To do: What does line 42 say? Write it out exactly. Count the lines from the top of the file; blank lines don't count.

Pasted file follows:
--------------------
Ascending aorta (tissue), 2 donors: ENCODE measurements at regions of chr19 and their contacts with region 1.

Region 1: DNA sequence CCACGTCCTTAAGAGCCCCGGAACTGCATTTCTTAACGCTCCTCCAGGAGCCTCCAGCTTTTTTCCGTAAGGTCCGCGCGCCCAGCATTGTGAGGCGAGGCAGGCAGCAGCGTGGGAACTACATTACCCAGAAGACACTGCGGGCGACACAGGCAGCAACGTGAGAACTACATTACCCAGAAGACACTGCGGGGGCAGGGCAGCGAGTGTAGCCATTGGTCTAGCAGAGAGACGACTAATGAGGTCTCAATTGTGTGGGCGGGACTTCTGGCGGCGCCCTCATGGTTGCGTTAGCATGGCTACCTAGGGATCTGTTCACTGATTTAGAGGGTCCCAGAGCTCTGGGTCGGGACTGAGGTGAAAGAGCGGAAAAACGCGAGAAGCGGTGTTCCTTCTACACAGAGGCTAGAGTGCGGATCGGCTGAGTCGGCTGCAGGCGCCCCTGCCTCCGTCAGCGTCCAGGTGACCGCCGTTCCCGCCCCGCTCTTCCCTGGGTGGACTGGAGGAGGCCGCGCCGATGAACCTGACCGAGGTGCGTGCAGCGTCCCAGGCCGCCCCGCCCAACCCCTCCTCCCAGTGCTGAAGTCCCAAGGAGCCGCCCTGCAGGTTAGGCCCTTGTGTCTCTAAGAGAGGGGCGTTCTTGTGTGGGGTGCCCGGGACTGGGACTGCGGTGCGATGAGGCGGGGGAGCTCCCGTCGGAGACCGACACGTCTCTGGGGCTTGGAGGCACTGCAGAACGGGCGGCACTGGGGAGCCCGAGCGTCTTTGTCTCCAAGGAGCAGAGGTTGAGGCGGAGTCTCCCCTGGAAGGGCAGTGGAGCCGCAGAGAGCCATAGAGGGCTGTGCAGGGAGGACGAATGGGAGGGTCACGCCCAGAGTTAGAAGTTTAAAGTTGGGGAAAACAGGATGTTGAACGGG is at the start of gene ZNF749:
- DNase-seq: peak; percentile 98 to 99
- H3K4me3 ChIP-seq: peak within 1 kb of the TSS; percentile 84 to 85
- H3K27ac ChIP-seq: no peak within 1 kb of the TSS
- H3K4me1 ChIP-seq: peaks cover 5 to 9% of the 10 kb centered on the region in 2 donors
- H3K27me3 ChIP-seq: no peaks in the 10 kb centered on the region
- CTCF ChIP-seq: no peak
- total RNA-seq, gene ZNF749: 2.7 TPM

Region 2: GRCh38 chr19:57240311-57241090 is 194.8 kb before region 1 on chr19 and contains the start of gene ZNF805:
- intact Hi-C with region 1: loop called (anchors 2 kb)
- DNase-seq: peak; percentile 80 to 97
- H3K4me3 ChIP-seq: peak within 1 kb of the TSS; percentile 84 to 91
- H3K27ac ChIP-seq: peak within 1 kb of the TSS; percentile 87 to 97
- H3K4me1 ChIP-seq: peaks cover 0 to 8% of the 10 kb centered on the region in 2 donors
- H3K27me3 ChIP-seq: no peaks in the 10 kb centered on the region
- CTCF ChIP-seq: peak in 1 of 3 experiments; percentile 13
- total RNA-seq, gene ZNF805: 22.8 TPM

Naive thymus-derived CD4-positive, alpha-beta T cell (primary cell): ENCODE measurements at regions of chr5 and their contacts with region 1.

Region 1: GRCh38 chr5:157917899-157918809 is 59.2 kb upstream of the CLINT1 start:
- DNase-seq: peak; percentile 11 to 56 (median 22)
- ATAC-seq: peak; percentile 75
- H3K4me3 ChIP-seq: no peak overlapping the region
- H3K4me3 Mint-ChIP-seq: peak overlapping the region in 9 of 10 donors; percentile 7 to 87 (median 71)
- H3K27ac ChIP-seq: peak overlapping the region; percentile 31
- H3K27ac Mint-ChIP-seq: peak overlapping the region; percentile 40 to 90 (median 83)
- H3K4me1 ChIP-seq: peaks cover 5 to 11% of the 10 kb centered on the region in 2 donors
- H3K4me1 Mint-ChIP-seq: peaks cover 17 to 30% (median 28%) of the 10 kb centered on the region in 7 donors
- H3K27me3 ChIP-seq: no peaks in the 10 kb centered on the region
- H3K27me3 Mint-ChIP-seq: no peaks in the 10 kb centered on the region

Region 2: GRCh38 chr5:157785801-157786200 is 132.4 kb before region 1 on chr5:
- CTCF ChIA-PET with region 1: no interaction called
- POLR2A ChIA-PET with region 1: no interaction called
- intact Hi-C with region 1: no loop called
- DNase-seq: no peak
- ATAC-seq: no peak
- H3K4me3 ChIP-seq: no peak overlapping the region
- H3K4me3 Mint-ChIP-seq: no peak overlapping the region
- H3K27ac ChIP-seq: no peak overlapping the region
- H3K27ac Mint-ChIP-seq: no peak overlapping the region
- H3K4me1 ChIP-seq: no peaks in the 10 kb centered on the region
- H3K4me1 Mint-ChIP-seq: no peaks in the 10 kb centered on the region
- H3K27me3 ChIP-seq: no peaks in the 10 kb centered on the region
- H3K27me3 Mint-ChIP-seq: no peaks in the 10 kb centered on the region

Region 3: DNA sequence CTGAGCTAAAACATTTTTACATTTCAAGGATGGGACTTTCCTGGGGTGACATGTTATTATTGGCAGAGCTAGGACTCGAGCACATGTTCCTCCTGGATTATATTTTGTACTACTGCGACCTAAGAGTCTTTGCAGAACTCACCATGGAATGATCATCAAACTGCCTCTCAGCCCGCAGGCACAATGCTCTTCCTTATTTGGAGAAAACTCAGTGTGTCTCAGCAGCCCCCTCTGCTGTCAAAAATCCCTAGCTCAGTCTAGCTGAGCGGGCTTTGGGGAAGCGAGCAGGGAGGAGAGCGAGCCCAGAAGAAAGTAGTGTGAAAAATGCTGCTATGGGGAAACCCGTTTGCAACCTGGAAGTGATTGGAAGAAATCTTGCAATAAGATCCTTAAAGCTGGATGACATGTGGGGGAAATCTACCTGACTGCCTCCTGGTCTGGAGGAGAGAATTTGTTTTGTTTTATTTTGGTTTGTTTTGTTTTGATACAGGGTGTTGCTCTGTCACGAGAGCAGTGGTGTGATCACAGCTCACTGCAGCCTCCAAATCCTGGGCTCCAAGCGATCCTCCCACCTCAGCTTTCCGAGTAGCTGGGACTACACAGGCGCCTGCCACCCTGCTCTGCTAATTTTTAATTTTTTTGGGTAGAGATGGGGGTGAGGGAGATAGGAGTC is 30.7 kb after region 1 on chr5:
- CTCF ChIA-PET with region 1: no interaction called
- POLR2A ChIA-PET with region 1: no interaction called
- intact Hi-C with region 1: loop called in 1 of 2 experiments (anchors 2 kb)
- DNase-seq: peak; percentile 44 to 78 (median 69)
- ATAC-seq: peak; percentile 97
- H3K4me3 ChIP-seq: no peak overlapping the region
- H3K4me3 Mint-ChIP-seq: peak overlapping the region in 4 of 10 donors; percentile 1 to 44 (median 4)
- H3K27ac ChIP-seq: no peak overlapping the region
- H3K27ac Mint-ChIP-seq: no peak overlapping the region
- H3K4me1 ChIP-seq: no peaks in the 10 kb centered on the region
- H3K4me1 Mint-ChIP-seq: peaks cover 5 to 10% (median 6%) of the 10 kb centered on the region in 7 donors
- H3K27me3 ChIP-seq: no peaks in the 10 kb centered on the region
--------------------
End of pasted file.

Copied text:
- H3K4me1 Mint-ChIP-seq: no peaks in the 10 kb centered on the region